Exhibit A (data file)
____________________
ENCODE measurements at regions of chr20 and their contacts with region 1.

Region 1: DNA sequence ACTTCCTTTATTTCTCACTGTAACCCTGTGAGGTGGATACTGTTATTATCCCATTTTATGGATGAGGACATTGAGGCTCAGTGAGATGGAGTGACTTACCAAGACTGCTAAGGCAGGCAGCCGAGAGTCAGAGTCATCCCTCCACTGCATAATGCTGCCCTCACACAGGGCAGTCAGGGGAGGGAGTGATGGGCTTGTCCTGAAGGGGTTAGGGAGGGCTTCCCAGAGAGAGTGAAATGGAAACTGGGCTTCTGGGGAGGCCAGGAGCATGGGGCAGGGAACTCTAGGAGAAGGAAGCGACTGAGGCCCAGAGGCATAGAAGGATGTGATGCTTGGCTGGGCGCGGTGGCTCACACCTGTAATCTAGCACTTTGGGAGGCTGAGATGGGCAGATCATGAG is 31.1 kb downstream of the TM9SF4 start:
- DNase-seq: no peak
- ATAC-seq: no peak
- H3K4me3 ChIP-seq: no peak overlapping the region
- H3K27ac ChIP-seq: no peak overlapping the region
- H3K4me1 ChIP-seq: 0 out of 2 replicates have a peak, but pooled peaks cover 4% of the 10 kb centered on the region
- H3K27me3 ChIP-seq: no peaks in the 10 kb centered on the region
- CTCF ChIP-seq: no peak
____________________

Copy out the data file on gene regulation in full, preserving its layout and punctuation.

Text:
ENCODE measurements at regions of chr20 and their contacts with region 1.

Region 1: DNA sequence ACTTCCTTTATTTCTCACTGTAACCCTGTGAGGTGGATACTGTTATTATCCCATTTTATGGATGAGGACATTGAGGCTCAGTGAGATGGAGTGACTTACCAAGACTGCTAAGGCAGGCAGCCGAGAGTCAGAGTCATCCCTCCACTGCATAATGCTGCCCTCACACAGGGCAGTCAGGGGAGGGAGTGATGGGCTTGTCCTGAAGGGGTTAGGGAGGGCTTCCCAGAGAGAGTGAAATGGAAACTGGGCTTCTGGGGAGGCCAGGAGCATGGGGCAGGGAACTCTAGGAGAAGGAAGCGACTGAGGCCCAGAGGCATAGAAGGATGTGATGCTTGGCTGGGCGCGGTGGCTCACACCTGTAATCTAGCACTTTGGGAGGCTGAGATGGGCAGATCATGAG is 31.1 kb downstream of the TM9SF4 start:
- DNase-seq: no peak
- ATAC-seq: no peak
- H3K4me3 ChIP-seq: no peak overlapping the region
- H3K27ac ChIP-seq: no peak overlapping the region
- H3K4me1 ChIP-seq: 0 out of 2 replicates have a peak, but pooled peaks cover 4% of the 10 kb centered on the region
- H3K27me3 ChIP-seq: no peaks in the 10 kb centered on the region
- CTCF ChIP-seq: no peak